عنوان مقاله [English]
Leaks in pipes and water distribution systems might occur for various reasons, such as poor quality of pipe material, errors in operation and maintenance, corrosion, and internal or external high pressure. As a result, loss of water, environmental problems, extra energy consumption and unnecessary pump capacity could be observed. To avoid all these consequences, it is essential to provide advanced monitoring methods to observe resulting problems and their extent, and then to find and implement solutions for water transportation and distribution
systems to reduce loss and increase energy efficiency. Several leak detection methods have been introduced up to now, such as inverse transient analysis, to overcome these problems.
Application of the energy concept to fluid transients in closed conduits leads to an alternative description of unsteady flow behavior. In this interpretation, a transient in a pipe system can be viewed as a sequence of
energy transformations, which moves the system from some initial hydraulic conditions to some other final states. During this conversion, mechanical energy is dissipated and work is done on the fluid. When the rate of flow in a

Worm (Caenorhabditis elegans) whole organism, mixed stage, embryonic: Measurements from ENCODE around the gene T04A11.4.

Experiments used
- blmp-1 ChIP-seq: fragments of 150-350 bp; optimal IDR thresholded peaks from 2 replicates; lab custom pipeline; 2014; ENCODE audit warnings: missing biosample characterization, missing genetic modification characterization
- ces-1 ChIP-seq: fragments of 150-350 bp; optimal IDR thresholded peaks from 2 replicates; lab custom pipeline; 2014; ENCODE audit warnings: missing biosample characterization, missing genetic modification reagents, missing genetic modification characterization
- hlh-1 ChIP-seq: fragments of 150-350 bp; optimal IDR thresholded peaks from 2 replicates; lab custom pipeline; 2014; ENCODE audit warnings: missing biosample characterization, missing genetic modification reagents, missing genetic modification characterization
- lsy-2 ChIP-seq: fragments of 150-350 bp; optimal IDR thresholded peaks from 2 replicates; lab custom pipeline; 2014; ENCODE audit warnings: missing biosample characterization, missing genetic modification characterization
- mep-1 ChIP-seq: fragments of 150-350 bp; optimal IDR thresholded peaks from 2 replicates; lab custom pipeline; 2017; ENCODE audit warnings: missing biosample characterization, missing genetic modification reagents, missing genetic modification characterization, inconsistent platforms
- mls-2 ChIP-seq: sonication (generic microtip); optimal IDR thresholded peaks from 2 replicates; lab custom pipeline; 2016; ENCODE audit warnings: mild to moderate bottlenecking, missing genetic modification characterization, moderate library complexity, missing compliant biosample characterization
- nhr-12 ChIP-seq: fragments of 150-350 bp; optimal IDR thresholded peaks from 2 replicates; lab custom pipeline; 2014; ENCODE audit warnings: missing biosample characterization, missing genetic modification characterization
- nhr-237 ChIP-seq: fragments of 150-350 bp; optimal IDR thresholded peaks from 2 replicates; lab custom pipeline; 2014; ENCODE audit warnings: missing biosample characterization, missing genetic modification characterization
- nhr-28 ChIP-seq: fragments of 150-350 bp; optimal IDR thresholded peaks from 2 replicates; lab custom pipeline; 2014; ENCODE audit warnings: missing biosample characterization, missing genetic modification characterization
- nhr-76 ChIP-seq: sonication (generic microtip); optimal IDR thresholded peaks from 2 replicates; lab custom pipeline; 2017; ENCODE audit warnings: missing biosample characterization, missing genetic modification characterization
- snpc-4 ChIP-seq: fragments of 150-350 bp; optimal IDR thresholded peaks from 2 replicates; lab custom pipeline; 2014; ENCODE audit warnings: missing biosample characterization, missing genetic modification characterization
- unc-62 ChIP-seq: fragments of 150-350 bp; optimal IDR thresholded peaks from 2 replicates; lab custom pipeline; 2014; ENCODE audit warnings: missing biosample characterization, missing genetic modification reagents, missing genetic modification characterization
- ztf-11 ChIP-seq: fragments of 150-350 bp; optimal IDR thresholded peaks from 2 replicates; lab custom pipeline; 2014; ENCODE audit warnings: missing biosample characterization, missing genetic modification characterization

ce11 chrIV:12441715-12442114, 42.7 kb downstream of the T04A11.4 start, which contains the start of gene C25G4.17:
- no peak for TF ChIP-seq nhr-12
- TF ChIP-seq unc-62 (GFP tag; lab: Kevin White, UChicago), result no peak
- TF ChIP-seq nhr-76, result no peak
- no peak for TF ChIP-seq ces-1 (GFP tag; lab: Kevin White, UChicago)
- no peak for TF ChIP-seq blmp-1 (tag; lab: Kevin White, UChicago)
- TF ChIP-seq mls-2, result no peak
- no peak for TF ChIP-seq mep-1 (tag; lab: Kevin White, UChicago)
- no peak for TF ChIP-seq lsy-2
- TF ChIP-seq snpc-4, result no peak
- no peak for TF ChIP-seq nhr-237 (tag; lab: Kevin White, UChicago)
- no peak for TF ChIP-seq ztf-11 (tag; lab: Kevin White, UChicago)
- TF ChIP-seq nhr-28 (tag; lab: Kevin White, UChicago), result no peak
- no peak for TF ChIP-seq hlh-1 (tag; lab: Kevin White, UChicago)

closed conduit is changed, large-scale conversions of mechanical energy often occur, particularly if the pipeline is carrying water or any other slightly compressible liquid.
It is obvious that the side-flow volume flux has a marked effect on the unsteady frictional dissipation component of the fluid. Mathematical expressions describing these transient energy transformations are first derived
from main principles and then the governing continuity and momentum equations are mathematically manipulated to provide the final set. Those various terms, which must be accounted for in the analysis, include the energy dissipated by fluid friction, the work done at the upstream and downstream ends of the pipe and the kinetic energy carried into and out of the conduit. In this paper, the leakage term is added into continuity and momentum equations and, therefore, the energy relation for the dissipated energy due to leakage could be derived. Then, in order to determine the appropriate condition for modeling the detection methods, based on transient flow simulation, the effects of the time of valve closing in laminar and turbulent flow, with low Reynolds numbers, have been investigated.
The results show that by using lower Reynolds numbers and longer durations of valve closing, appropriate results could be obtained for leak detection. In this manner, not only is the reliability of the results increased, but those
sharp fluctuation indemnities caused by the fast transient flow are also avoided.